Common Mistakes In The Use Of Adverbs

In this lesson we will learn about some common mistakes in the use of adverbs.

Incorrect: She worked hardly and passed the test.

Correct: She worked hard and passed the test.


Hardly means almost not. It has a negative meaning.

Incorrect: Presently all of them disappeared soon.

Correct: Presently all of them disappeared.

Correct: All of them disappeared soon.


Presently means in a minute.

Incorrect: He is very much sorry.

Correct: He is very sorry.

Incorrect: I am very much worried about his health.

Correct: I am very worried about his health.

Incorrect: The situation is very much serious.

Correct: The situation is very serious.


Very is used without much before an adjective or adverb in the positive degree.

Incorrect: She is very older than her husband.

Correct: She is very much older than her husband.


Before a comparative adjective, we use very much, not very.

Incorrect: This movie is quite more interesting than the other movie.

Correct: This movie is a lot more interesting than the other movie.


We do not use quite before a comparative adjective.

Incorrect: He told everything in details.

Correct: He told everything in detail.


In detail means in depth or thoroughly.

Incorrect: This book is too interesting.

Correct: This book is very interesting.


The word too has a negative meaning. We do not normally use it to mean very.

Incorrect: He behaved cowardly.

Correct: He behaved like a coward.

Correct: He behaved in a cowardly manner.


The word cowardly is an adjective. It cannot be used to modify a verb. There is no adverb 'cowardly/cowardlily'.

Incorrect: He comes late often to school.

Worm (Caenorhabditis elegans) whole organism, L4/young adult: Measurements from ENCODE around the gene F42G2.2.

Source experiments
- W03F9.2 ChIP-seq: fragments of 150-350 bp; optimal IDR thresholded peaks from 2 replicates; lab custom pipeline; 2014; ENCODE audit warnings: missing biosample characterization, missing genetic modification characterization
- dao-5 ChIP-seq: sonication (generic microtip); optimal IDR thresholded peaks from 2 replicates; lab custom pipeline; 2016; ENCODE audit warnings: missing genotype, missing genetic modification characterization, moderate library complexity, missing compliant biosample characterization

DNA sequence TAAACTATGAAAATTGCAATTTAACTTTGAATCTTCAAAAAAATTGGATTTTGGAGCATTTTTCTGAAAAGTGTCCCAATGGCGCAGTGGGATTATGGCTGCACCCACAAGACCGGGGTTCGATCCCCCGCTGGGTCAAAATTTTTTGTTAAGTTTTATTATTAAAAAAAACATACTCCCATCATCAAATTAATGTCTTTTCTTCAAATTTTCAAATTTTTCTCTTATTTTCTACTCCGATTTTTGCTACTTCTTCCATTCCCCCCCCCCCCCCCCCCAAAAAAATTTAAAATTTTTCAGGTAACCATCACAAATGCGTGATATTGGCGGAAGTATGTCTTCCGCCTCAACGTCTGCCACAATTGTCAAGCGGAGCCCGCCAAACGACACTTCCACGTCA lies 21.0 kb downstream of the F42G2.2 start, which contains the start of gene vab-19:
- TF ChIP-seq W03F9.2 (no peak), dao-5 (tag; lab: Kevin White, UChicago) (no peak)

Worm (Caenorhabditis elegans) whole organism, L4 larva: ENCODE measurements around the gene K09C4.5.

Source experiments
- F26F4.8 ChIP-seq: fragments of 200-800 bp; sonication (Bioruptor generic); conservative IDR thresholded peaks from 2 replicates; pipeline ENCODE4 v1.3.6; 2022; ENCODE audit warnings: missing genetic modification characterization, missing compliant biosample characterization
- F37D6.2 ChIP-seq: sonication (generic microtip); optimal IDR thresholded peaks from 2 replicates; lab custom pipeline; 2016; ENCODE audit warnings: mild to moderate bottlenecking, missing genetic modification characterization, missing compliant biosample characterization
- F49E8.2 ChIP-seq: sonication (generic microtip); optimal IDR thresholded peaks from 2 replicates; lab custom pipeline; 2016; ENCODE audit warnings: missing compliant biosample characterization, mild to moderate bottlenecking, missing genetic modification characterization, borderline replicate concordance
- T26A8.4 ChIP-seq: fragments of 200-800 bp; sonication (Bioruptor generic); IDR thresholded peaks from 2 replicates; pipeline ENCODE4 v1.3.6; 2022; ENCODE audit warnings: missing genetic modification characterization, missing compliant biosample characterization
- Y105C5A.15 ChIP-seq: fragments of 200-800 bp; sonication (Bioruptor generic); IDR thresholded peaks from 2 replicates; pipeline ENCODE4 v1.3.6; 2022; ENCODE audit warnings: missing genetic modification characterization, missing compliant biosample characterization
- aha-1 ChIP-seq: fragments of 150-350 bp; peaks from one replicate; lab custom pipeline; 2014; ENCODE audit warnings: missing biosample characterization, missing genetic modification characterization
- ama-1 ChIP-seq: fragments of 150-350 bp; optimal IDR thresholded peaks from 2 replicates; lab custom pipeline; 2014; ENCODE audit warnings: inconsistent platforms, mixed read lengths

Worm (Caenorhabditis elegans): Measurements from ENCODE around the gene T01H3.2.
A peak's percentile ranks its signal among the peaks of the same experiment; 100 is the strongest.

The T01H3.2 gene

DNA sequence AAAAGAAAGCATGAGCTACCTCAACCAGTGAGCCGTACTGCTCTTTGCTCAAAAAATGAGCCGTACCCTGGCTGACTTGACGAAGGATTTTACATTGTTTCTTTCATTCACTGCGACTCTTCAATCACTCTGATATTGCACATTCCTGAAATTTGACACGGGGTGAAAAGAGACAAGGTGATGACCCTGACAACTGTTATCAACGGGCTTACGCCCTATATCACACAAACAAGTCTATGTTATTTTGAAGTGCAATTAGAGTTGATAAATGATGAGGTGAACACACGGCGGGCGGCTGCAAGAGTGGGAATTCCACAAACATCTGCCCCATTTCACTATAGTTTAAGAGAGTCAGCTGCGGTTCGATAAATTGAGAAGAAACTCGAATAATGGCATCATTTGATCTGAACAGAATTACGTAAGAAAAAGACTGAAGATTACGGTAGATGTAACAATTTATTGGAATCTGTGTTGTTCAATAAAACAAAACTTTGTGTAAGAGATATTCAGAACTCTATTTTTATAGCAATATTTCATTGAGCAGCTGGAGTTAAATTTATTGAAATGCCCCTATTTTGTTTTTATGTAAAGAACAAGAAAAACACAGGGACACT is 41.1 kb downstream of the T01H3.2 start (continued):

Correct: He often comes late to school.


Frequency adverbs usually go before the main verb.

Incorrect: I feel badly about it.

Correct: I feel bad about it.


Feel is a copular verb. Copular verbs are modified by adjectives, not adverbs.

Incorrect: She walked slow.

Correct: She walked slowly.


We use an adverb to modify a verb. Slow is an adjective. It cannot be used to modify the verb walked.

Incorrect: He is so rich.

Correct: He is very rich.


To simply give information we use very. So is mainly used to talk about information that is already known.

Incorrect: She resembles closely to his mother.

Correct: She resembles her mother closely.


Resemble is one of those verbs that are followed by direct objects without prepositions.

Incorrect: She speaks English good.

Correct: She speaks English well.


Good is an adjective; well is an adverb. We use an adverb to modify a verb.

Incorrect: Never I have seen such a sight.

Correct: Never have I seen such a sight.

Correct: I have never seen such a sight.

Incorrect: Hardly I have had any rest since last week.

Correct: Hardly have I had any rest since last week.

Correct: I have hardly had any rest since last week.


When a negative expression comes at the beginning of a sentence, it is usually followed by auxiliary verb + subject.

See also

Common writing mistakes
Six common mistakes found in ESL writing
Common errors with adjectives - part 1

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